M El Mongy: Being at one with the Nile

The following is from a FB post by my friend Mongy (who I know from AIESEC).

Life in the land of Nubia over the last years educated me on how to appreciate land connection in a completely new way. It redefined the often misused notion of ‘indigenous’ people.

As I had the chance to live in many places, I could see that I grew to appreciate the ‘surface’ aspects of these cultures I interacted with, I developed a relative understanding of these societies and could relate strongly with them. However shifting places entirely every few years does not always give the time to land into the sense of place and really feel the resonance of a landscape.

In Aswan, especially with the villages I was in, I felt the incredible sense of being held, not only by the land, also by the people who are not only from this land but whose ancestors have been there in a continuous living culture for hundreds and thousands of years. The embodiment of being from the place redefines this relationship to the land, the Nile and all elements of the ecology of existence in a beautiful dance of co-being.

This collective sense of existence of all species that dwell in the land, is what redefined the notion of ‘indigenosity’ that shifts from anthropocentric to eco-centric, where local people are ‘expressions’ of the land and the Nile rather than ‘owners’ of the Nile. Expression and embodiment invites a very different relation to the land than ownership, control and agency.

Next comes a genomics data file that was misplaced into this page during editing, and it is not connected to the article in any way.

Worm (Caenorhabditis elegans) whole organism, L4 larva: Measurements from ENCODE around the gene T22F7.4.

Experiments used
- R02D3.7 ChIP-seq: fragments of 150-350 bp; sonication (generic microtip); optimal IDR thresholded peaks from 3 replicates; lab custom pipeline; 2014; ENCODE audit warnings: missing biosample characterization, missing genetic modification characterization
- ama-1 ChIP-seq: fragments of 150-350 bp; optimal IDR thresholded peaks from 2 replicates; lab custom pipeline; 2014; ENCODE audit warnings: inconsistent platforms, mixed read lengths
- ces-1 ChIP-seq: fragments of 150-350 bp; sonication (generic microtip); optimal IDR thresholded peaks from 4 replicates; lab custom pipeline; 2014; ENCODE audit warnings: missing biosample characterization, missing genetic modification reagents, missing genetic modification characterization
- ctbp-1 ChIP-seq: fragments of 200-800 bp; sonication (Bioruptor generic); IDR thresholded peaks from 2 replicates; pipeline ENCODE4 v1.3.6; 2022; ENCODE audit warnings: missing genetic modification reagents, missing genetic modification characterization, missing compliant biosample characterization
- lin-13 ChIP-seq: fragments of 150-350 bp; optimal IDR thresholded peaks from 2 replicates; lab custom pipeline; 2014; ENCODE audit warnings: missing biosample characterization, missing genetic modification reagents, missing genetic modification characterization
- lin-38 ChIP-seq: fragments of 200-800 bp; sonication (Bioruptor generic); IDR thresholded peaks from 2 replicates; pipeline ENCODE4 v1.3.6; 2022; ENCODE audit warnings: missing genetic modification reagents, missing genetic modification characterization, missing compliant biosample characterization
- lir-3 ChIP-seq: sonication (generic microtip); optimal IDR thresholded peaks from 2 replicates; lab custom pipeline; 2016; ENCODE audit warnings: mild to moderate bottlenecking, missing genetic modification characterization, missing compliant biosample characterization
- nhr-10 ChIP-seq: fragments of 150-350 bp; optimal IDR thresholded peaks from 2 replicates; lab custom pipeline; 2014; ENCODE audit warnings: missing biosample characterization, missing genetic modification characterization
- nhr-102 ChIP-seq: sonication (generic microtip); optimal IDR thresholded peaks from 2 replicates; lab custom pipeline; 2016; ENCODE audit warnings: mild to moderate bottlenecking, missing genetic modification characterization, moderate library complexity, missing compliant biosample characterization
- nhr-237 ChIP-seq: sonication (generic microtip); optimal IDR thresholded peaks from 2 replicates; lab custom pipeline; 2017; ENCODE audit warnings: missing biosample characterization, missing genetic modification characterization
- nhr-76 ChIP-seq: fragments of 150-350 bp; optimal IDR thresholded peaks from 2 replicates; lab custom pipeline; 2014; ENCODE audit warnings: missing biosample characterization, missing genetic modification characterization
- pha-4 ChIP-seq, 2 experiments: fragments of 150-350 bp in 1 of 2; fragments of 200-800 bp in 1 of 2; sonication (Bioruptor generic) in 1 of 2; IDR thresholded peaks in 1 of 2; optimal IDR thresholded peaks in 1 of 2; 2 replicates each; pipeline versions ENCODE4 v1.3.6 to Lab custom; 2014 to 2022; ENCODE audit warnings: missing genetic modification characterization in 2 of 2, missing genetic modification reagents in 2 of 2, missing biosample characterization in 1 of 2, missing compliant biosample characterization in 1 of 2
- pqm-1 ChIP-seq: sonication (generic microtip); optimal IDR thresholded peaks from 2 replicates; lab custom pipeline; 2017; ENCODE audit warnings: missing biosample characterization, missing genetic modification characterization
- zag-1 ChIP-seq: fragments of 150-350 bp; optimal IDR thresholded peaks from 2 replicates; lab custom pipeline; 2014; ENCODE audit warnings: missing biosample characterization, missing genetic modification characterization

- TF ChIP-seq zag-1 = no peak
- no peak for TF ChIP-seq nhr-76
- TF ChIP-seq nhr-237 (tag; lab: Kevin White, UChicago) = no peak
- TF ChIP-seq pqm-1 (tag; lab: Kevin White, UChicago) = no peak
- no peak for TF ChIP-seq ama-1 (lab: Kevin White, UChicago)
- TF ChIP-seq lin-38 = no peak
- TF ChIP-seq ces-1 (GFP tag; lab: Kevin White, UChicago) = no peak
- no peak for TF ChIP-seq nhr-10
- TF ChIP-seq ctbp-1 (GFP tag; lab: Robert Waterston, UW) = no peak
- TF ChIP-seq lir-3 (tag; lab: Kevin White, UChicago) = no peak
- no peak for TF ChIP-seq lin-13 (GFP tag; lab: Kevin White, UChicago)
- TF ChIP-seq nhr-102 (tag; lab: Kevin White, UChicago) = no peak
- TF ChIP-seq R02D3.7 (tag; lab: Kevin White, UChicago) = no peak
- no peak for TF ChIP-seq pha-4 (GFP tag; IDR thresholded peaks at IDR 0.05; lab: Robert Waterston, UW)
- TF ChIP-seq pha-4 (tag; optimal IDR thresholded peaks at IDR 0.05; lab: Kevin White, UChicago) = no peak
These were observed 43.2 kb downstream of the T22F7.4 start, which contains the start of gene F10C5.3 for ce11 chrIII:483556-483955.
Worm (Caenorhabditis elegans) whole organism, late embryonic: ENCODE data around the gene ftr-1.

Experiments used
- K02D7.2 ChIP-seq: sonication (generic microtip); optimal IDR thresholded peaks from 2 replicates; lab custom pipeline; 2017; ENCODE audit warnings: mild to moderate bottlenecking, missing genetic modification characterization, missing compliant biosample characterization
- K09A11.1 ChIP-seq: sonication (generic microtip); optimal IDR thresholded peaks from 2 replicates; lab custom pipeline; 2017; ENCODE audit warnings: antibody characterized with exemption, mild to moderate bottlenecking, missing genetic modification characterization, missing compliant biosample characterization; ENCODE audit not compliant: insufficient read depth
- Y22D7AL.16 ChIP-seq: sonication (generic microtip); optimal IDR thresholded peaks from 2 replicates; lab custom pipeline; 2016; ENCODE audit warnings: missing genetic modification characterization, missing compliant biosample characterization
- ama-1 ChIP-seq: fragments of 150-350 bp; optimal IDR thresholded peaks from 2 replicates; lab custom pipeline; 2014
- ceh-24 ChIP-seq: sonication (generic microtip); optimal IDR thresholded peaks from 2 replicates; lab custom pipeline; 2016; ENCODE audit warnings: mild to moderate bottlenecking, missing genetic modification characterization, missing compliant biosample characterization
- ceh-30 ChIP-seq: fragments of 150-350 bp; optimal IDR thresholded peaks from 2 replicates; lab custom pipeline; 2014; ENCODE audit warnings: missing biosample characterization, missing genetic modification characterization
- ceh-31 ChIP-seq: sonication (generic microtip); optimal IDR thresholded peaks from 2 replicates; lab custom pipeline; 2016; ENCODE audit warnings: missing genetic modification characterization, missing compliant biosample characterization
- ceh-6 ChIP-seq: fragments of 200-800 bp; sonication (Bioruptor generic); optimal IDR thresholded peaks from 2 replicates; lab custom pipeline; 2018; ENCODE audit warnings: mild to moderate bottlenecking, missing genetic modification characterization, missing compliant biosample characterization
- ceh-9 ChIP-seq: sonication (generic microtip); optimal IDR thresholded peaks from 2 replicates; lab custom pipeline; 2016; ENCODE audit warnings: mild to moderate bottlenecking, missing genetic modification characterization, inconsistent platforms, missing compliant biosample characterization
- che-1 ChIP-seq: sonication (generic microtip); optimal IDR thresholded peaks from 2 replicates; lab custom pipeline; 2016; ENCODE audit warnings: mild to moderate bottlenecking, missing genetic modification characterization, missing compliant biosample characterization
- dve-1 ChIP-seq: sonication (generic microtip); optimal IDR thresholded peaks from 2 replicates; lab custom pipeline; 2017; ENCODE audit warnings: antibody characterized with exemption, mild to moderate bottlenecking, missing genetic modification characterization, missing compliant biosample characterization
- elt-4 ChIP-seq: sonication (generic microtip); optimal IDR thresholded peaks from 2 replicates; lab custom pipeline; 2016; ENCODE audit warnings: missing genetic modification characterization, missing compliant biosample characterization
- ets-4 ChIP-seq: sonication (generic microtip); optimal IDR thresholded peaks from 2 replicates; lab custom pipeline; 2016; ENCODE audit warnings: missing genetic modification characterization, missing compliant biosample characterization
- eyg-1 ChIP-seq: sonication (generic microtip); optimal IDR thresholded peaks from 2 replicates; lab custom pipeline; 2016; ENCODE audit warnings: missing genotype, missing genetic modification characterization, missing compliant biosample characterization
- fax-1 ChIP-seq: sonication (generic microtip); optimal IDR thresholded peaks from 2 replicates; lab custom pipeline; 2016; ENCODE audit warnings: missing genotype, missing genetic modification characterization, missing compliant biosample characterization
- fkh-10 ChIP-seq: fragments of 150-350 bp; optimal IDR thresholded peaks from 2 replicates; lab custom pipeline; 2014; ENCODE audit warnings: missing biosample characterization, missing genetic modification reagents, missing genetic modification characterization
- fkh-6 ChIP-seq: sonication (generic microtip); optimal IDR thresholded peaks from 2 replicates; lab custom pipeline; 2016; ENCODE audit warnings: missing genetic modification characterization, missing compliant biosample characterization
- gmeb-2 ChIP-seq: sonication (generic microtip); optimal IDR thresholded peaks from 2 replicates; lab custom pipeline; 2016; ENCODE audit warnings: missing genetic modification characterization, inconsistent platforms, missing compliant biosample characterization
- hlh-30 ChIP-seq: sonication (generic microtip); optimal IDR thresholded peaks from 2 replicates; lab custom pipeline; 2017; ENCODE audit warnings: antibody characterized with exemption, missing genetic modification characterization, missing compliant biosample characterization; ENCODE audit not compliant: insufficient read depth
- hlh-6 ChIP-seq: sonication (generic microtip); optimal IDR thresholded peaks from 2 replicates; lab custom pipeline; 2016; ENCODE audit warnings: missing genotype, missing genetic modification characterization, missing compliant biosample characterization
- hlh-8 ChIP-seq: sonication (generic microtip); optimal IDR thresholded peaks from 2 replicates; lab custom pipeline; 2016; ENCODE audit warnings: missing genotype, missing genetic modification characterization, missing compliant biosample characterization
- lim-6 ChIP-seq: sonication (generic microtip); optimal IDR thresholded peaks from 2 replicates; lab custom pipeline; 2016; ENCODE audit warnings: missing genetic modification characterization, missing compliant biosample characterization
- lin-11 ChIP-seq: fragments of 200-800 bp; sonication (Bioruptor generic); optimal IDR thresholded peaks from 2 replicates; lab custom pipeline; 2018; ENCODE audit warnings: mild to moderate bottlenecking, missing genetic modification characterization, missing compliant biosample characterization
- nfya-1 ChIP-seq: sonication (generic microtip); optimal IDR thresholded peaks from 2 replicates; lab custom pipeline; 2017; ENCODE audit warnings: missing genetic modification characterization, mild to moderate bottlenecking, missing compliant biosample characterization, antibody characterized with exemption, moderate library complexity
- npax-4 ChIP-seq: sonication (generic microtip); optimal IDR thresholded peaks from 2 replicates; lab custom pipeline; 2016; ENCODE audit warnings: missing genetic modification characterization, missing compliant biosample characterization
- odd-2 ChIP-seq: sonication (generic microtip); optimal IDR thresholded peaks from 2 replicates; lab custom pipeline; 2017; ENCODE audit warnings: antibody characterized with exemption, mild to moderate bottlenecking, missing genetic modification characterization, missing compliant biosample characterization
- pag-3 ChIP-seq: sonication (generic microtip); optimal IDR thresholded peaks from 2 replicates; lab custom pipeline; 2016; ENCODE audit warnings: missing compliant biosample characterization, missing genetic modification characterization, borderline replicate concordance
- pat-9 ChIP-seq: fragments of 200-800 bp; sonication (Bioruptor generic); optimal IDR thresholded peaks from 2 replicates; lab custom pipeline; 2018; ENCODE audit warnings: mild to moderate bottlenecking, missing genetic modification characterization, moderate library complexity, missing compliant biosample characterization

This shift of consciousness allows the slowing down and listening mindfully and humbly to the vibration of the land. That is why, Cairene people think of Nubians as slow. Life in rural Nubia invites this resonance of the Nile, the trees, the birds, the sand to sink in your system, where you are whole within a wholesome ecology of beings, a wholesome ecosystem. Being in communion with the land explains how ancestral wisdom is stemming from the land and her subtlety. The communion with fellow beings invites the appreciation of the cyclical nature of life. This cycle that includes life itself, death and resurrection and being re-born like the glorious monuments of Nubia exemplify. Looking at the temple of Auset, where life and death intertwine in a beautiful dance, a beautiful flow like the Nile that surrounds it. The temple marks all the beginnings and all ends. It is a symbol of glory and sinking, life and death, separation and resurrection. The temple mimics the story of the Nubians’ life over the years and narrates what they withstood.

Life of the Nubians is a grandiose, subtle and eternal dialogue with the universe. It manifests the power of co-rooting, co-being and co-becoming one with each other, one with the land and one with the Nile.